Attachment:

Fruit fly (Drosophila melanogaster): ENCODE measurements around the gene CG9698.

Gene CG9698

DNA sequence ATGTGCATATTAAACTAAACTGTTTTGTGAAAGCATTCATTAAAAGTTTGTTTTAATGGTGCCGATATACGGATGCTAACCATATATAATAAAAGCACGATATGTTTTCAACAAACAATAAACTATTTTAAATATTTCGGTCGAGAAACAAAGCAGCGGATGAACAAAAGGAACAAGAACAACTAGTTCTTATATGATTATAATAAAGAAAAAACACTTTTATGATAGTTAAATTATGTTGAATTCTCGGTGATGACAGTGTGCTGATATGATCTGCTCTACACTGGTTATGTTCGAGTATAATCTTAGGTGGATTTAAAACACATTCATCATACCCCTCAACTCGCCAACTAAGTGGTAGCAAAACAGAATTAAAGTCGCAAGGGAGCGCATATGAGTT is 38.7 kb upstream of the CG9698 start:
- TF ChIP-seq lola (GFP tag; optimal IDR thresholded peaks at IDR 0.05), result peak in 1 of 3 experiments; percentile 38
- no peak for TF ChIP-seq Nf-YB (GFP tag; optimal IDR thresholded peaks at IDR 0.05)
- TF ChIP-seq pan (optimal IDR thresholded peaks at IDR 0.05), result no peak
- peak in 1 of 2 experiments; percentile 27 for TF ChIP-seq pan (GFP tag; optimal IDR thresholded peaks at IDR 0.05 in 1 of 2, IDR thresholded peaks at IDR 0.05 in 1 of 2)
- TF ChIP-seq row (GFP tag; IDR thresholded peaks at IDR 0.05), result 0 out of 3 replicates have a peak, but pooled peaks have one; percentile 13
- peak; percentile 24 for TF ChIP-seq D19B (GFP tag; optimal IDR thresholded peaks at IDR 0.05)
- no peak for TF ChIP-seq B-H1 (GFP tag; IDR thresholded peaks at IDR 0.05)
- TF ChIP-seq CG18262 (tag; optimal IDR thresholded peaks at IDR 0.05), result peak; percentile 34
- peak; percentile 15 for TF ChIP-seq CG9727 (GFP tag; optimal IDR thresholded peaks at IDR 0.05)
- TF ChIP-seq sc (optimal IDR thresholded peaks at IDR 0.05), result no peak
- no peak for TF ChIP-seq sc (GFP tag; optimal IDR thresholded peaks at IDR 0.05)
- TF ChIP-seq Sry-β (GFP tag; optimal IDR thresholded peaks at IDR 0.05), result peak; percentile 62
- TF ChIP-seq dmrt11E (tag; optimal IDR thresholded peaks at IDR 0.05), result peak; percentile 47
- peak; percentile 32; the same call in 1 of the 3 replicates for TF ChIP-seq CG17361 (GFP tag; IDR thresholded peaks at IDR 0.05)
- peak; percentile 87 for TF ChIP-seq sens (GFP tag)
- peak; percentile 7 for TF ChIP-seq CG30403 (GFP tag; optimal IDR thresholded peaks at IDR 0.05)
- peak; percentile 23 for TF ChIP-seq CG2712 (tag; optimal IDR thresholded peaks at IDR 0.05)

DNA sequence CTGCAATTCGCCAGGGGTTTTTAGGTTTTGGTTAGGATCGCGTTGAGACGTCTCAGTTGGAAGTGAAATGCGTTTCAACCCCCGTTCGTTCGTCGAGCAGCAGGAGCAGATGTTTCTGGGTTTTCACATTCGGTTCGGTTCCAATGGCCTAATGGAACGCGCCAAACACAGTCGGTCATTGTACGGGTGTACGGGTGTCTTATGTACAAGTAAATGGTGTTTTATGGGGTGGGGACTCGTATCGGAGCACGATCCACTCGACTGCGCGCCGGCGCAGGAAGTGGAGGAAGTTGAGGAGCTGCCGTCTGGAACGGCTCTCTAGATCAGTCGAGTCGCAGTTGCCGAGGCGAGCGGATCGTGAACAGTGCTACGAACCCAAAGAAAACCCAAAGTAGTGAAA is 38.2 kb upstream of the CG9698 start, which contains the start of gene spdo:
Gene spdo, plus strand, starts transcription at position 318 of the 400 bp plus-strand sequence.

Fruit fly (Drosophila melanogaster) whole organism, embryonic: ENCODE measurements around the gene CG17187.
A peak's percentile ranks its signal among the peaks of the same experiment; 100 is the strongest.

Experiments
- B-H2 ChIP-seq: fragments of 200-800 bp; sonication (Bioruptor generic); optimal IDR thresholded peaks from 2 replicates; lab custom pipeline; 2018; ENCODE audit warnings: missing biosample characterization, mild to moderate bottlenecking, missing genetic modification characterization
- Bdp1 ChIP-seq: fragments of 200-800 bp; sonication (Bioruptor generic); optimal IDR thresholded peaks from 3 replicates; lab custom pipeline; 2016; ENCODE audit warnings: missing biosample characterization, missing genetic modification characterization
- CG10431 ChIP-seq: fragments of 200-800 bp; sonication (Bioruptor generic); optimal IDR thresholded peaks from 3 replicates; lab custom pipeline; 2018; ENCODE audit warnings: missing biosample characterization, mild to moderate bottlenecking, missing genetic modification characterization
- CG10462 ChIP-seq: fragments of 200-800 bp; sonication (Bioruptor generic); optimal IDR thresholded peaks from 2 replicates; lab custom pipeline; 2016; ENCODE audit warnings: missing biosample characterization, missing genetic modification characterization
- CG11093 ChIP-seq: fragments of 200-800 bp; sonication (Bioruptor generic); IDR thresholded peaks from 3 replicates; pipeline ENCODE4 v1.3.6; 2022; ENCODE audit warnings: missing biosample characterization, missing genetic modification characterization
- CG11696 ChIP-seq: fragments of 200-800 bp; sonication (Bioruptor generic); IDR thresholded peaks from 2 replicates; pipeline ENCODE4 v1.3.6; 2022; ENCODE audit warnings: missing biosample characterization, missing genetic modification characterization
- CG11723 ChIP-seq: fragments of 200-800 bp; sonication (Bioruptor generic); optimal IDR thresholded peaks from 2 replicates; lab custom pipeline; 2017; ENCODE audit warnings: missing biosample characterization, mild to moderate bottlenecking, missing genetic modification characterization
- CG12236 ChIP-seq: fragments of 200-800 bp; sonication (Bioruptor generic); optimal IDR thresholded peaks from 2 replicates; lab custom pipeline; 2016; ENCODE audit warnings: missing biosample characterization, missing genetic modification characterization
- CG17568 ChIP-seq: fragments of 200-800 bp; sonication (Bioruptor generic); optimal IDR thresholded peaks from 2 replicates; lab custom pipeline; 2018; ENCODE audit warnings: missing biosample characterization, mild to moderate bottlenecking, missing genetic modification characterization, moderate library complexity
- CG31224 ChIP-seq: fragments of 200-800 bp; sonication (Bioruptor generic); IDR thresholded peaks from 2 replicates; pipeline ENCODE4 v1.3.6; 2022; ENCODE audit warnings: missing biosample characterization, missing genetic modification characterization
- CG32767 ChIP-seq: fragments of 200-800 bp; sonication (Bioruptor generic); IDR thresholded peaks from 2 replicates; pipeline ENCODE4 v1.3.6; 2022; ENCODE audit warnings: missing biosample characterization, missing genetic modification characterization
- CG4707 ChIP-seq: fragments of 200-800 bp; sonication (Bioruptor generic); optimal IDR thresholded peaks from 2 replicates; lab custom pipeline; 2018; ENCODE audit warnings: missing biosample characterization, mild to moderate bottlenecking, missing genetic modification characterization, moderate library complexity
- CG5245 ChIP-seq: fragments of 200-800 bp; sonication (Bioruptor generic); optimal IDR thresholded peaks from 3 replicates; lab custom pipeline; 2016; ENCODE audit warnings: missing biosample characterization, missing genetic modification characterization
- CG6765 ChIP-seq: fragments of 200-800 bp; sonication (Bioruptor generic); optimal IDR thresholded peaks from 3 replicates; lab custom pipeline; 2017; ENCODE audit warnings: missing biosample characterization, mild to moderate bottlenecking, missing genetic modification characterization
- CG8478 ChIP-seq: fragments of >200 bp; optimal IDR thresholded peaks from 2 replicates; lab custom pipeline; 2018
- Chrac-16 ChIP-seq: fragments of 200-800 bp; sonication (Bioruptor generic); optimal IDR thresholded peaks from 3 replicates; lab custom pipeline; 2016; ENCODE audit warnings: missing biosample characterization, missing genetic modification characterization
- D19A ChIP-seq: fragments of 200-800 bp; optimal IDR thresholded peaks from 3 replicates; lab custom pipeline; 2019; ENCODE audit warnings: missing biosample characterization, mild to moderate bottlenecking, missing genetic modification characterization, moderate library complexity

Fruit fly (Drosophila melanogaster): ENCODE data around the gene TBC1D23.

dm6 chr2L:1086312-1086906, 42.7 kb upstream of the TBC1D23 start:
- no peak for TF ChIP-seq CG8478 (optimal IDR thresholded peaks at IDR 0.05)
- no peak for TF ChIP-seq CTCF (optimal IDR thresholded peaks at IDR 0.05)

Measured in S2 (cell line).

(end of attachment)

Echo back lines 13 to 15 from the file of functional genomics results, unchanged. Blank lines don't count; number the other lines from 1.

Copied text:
- TF ChIP-seq sc (optimal IDR thresholded peaks at IDR 0.05), result no peak
- no peak for TF ChIP-seq sc (GFP tag; optimal IDR thresholded peaks at IDR 0.05)
- TF ChIP-seq Sry-β (GFP tag; optimal IDR thresholded peaks at IDR 0.05), result peak; percentile 62